Justice Minister sees need for new border checkpoint to Russia
Border traffic is again on rise with a 20% increase so far in 2017.
On Tuesday, Norway’s Minister of Justice, Per-Willy Amundsen, got first-hand insight to the working conditions for immigration and customs officials at Storskog, Europe’s northernmost Schengen checkpoint on the border to Russia.
“I understand the needs for good working conditions. Considering the development in traffic, it is not at all difficult to understand the need,” Per-Willy Amundsen said to the Barents Observer after being shown and told about the challenges.
The minister, however, did not put any 2018 budget promises on the table.
Current building at Storskog was erected in the early 1990s when traffic was one third of today’s border crossings between Norway and Russia in the north.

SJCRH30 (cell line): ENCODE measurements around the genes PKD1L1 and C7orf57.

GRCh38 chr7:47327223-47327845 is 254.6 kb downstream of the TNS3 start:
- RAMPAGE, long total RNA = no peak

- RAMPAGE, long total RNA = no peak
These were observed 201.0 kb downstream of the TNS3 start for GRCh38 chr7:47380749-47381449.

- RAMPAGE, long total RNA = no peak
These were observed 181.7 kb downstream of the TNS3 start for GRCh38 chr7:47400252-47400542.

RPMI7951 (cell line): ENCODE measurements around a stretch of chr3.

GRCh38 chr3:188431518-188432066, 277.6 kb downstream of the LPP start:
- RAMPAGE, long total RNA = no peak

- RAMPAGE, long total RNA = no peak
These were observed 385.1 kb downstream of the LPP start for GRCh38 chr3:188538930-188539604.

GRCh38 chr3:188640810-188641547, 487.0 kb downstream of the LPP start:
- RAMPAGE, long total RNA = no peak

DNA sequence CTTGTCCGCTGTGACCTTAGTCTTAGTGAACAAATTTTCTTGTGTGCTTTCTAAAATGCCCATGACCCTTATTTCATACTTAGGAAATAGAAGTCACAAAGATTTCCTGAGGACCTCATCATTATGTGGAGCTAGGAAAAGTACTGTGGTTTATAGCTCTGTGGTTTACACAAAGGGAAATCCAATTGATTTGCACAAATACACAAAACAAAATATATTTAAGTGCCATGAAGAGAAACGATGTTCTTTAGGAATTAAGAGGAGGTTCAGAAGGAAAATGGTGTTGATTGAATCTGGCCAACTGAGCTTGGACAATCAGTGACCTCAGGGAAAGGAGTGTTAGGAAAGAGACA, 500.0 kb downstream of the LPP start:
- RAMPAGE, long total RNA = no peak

In the fall 2015, when some 5,500 migrants entered Norway on bicycles, immigration officials even had to work outdoor in snowy, freezing cold. Tents and barracks were urgently brought in to relieve the situation.
Now, peaking hours are when loads of people from Russia’s Murmansk region drive to Norway for shopping on Saturdays.
Already in 2012, the Standing Committee on Foreign Affairs in the Norwegian Parliament pointed at the need for a new checkpoint. Since then, loads of paper work and feasibility studies are written, but zero cash is made available for new buildings and vehicle lanes.
In a move said to tighten security at the border, a new 3 meter high and 200 meter long steel fence was erected on the Norwegian side of the border in the fall 2016.
The fence was by locals in Norway’s border town Kirkenes said to be a symbolic joke since intruders easily can walk around. The Government says the fence is necessary to stop refugees crossing into the country. Since November 30, 2015, not one single asylum seeker has entered Norway from Russia at Storskog.
Norway’s land border to Russia is 196 kilometers long.